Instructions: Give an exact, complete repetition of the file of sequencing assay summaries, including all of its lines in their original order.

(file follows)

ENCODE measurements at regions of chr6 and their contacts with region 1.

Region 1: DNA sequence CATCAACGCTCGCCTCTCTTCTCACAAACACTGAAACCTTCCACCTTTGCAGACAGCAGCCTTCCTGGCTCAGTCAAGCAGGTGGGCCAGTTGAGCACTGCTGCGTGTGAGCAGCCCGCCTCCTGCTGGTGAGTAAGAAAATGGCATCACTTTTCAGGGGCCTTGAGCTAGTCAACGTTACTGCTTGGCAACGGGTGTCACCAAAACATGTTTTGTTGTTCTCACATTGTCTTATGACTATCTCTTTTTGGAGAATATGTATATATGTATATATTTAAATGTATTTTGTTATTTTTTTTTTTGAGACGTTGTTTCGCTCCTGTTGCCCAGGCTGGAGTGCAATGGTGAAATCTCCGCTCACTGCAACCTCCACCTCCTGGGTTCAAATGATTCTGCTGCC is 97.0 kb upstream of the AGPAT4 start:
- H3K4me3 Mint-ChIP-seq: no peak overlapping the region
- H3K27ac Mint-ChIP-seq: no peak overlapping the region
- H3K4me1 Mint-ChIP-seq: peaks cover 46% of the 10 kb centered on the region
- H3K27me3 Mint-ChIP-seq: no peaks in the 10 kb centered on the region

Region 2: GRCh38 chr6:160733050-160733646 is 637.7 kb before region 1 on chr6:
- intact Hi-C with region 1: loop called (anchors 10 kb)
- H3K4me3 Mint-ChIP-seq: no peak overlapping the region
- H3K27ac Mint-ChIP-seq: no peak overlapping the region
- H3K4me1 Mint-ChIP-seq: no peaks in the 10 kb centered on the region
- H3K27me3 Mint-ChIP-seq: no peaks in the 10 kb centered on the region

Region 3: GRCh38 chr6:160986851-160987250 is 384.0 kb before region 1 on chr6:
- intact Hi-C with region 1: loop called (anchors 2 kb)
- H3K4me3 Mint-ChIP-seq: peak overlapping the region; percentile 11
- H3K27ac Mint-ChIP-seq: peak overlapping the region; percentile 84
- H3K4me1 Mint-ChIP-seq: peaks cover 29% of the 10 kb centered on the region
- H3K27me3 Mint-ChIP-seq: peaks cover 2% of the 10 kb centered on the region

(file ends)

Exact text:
ENCODE measurements at regions of chr6 and their contacts with region 1.

Region 1: DNA sequence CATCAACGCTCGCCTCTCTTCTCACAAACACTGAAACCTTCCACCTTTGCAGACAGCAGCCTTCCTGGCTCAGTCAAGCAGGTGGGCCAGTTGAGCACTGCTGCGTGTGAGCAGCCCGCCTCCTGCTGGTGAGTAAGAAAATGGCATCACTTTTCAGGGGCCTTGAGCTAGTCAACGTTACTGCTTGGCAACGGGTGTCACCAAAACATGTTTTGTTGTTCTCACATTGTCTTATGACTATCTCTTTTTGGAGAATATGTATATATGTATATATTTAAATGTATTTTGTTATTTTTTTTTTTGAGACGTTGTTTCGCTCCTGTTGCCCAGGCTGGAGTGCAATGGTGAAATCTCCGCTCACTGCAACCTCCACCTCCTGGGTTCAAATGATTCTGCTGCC is 97.0 kb upstream of the AGPAT4 start:
- H3K4me3 Mint-ChIP-seq: no peak overlapping the region
- H3K27ac Mint-ChIP-seq: no peak overlapping the region
- H3K4me1 Mint-ChIP-seq: peaks cover 46% of the 10 kb centered on the region
- H3K27me3 Mint-ChIP-seq: no peaks in the 10 kb centered on the region

Region 2: GRCh38 chr6:160733050-160733646 is 637.7 kb before region 1 on chr6:
- intact Hi-C with region 1: loop called (anchors 10 kb)
- H3K4me3 Mint-ChIP-seq: no peak overlapping the region
- H3K27ac Mint-ChIP-seq: no peak overlapping the region
- H3K4me1 Mint-ChIP-seq: no peaks in the 10 kb centered on the region
- H3K27me3 Mint-ChIP-seq: no peaks in the 10 kb centered on the region

Region 3: GRCh38 chr6:160986851-160987250 is 384.0 kb before region 1 on chr6:
- intact Hi-C with region 1: loop called (anchors 2 kb)
- H3K4me3 Mint-ChIP-seq: peak overlapping the region; percentile 11
- H3K27ac Mint-ChIP-seq: peak overlapping the region; percentile 84
- H3K4me1 Mint-ChIP-seq: peaks cover 29% of the 10 kb centered on the region
- H3K27me3 Mint-ChIP-seq: peaks cover 2% of the 10 kb centered on the region